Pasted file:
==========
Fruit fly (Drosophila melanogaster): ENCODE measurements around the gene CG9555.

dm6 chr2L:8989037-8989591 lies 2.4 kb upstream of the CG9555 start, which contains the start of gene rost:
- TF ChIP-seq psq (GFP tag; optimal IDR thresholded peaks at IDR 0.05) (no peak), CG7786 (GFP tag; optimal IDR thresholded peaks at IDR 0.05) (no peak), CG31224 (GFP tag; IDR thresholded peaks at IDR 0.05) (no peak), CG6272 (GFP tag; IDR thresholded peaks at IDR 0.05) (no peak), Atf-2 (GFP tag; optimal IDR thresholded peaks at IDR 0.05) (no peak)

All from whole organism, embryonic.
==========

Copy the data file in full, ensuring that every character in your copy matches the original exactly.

Fruit fly (Drosophila melanogaster): ENCODE measurements around the gene CG9555.

dm6 chr2L:8989037-8989591 lies 2.4 kb upstream of the CG9555 start, which contains the start of gene rost:
- TF ChIP-seq psq (GFP tag; optimal IDR thresholded peaks at IDR 0.05) (no peak), CG7786 (GFP tag; optimal IDR thresholded peaks at IDR 0.05) (no peak), CG31224 (GFP tag; IDR thresholded peaks at IDR 0.05) (no peak), CG6272 (GFP tag; IDR thresholded peaks at IDR 0.05) (no peak), Atf-2 (GFP tag; optimal IDR thresholded peaks at IDR 0.05) (no peak)

All from whole organism, embryonic.